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resin instead of nail glue?

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michelle g

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I had my nails done today in another salon as a treat, the salon use creative products and the girl who done my nails stuck the tip on using resin and not nail glue. i was wondering is resin similar to creatives gel bond? and do any of you geeks use resin instead of nail glue? i would like to know your opinions as i might start using resin.
 

*Garfield*

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I use Ezflows brush on resin as I cannot get on with any of the CND adhesices, they ALWAYS clog for me, I find a brush on much easier to use, and I dont have any problems using this instead.:)
 

michelle g

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I use Ezflows brush on resin as I cannot get on with any of the CND adhesices, they ALWAYS clog for me, I find a brush on much easier to use, and I dont have any problems using this instead.:)



Thanks i might try that one as i use ezflow. the one they were using was millennium, and wasn't brush on. might have to get all the catalogues out!
 

Zo Zo

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I was trained to use resin rather than glue, when I did my VTCT. We were told it is less damaging.
 

~Emmsybabes~

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I use resin, I couldn't open my adhesive once, and a fellow tech told me to use resin, I got on with it well, and am still on the same bottle and it was like forever ago lol ,
(its the millenium one I have too)
 

janeawallace

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i was taught with resin, they said it was stronger but have since used glue and the tips have always stayed on:confused:
 

ValencianNails

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(its the millennium one I have too)
I used that resin this afternoon on a nail biter, I would usually sculpt but decided against it, run out of Gelbond adhesive and plumped for the resin instead, it does a similar job although I have to say that I do prefer to use Gelbond when applying tips.
 

talented talons

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I always use resin instead of adhesive, but to be honest, i always thought that resins and adhesives were virtually the same sort of substance.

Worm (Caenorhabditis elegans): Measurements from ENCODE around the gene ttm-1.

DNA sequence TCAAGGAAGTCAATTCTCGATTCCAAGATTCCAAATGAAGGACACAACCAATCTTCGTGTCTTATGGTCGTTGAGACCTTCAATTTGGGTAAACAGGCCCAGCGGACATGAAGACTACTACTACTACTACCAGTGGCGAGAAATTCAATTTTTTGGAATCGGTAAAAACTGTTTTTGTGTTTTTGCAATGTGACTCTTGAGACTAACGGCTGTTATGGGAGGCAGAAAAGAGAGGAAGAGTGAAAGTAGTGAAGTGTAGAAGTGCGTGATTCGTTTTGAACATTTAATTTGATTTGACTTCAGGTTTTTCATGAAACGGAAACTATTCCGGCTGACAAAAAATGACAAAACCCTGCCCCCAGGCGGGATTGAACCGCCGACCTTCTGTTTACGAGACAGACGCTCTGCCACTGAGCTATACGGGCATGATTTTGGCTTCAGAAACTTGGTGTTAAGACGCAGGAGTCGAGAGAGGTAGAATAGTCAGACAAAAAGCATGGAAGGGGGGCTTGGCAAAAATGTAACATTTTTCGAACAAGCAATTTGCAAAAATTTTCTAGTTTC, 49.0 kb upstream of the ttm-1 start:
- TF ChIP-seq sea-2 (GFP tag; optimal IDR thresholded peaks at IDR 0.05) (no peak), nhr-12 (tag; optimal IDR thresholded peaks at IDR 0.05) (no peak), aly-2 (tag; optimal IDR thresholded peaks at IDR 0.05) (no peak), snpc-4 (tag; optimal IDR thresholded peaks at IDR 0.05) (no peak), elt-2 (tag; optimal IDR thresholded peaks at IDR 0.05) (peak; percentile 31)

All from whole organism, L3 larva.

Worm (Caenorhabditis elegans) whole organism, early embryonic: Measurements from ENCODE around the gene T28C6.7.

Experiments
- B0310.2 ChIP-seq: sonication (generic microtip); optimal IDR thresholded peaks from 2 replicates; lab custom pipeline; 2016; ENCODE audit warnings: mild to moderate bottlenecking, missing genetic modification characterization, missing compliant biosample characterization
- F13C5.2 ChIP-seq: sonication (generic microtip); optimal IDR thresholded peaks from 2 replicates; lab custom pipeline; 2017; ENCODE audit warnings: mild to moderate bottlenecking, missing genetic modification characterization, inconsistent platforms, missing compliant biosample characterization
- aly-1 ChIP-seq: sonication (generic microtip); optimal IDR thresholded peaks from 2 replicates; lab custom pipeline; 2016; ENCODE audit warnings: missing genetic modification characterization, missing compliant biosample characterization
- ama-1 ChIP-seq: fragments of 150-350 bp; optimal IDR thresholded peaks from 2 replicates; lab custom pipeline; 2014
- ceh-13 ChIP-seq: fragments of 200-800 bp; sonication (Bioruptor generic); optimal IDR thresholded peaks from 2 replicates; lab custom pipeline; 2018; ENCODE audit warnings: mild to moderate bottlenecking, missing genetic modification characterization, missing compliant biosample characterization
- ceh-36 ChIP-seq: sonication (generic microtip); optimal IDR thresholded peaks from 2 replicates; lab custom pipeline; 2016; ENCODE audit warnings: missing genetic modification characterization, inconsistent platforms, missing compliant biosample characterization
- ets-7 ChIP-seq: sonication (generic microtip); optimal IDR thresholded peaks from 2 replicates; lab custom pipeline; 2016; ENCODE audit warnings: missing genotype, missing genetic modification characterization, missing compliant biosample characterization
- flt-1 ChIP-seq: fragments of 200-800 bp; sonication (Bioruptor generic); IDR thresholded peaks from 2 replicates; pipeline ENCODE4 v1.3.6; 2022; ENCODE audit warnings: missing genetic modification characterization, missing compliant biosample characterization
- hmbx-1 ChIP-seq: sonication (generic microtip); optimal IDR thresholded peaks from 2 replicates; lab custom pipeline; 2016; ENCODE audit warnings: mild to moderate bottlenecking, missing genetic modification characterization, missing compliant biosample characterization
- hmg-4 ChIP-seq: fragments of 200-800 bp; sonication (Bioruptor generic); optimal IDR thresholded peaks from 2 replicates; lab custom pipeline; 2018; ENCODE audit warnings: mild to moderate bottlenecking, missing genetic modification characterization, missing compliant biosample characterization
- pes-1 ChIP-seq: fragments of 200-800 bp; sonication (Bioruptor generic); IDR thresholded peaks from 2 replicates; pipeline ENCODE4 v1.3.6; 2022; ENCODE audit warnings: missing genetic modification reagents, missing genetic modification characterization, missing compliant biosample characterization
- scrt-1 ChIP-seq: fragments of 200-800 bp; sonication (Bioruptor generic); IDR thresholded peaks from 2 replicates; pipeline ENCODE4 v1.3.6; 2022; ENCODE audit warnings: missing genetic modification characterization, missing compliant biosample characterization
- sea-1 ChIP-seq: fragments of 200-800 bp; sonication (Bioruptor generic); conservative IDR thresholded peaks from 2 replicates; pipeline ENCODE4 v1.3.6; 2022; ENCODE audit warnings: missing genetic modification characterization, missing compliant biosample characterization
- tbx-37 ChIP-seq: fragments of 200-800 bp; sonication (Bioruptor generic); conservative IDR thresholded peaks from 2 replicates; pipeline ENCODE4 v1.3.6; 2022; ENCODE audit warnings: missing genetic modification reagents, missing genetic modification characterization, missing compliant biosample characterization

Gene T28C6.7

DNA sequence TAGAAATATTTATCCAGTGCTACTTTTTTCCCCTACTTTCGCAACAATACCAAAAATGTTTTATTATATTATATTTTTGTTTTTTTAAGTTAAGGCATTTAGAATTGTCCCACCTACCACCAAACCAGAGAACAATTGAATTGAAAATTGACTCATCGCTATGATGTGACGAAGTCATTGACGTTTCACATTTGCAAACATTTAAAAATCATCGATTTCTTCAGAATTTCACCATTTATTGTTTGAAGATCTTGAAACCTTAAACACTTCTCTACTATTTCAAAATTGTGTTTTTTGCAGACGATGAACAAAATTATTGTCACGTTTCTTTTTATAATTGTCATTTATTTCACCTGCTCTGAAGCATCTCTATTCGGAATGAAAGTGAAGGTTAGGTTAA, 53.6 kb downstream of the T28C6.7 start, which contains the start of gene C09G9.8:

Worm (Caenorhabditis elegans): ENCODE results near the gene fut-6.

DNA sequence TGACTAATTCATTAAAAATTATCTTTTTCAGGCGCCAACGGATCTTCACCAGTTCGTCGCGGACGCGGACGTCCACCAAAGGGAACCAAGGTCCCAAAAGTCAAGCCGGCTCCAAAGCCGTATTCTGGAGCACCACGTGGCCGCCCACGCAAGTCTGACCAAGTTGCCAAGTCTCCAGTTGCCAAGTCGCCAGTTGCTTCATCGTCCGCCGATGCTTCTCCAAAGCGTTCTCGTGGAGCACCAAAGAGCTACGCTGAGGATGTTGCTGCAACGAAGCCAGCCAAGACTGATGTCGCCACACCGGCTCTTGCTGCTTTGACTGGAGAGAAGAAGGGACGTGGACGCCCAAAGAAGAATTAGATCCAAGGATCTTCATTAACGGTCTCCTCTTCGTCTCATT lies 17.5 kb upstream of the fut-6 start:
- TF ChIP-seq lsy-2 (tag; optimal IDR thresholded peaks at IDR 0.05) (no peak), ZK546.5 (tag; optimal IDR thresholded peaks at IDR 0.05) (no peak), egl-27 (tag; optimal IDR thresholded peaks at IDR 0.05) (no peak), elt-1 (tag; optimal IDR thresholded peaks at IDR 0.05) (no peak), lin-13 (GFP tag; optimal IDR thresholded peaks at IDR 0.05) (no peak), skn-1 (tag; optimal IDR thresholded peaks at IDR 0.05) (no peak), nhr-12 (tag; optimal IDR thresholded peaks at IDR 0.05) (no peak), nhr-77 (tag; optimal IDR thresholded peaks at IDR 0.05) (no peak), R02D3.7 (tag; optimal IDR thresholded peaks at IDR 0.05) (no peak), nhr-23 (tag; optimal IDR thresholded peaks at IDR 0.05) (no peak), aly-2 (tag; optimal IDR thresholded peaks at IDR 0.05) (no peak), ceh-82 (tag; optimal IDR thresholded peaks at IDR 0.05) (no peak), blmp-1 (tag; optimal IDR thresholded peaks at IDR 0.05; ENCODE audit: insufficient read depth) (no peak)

Aren't they all in the same family as glues, resins, adhesives?
 

Cathie!

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I believe that all of the CND adhesives are pressure activated, so when you apply pressure on the tip the adhesive activates and begins to set, Gel Bond has a 10 second set time and Speed Bond 5 seconds, when pressure is applied.....no pressure no set.

Resins set in their own time, which can depend on the temperature, faster in hotter weather, slower in cold weather, unless you use a resin activator which will complete the set time. In ambient conditions, I'd say that applying a tip with resin will be around the 5 second mark.
 

Posh Paws

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ok forgive me for being really dumb
is resin and nail adhesive not the same ?
:hug:
 

michelle g

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Thanks for all your replies, looks like i will be giving that one a go.
 

talented talons

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I believe that all of the CND adhesives are pressure activated, so when you apply pressure on the tip the adhesive activates and begins to set, Gel Bond has a 10 second set time and Speed Bond 5 seconds, when pressure is applied.....no pressure no set.

Resins set in their own time, which can depend on the temperature, faster in hotter weather, slower in cold weather, unless you use a resin activator which will complete the set time. In ambient conditions, I'd say that applying a tip with resin will be around the 5 second mark.
They have different setting times as you say Cathie, thanks for the reminder, i couldn't remember the exact times, but i'm sure they are chemically fromt he same family??
 

Cathie!

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ok forgive me for being really dumb
is resin and nail adhesive not the same ?
:hug:
Nailsinlondon1 wrote an artice or a post about this, which I think answers everything, but I'm not very good at searches and can't find it!
 

Posh Paws

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Nailsinlondon1 wrote an artice or a post about this, which I think answers everything, but I'm not very good at searches and can't find it!
thanks will search now xx
 

Posh Paws

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nailzoo

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resin is glue, glue is resin (the only difference is the viscosity), or, "the thickness". The term "resin" also sounds better than glue (resin is a name often associated with fiberglass nails), you can even use the word "adhesive" :) (it's mostly terminology), as long as you are using a decent product line that is actually designed for nails.
 

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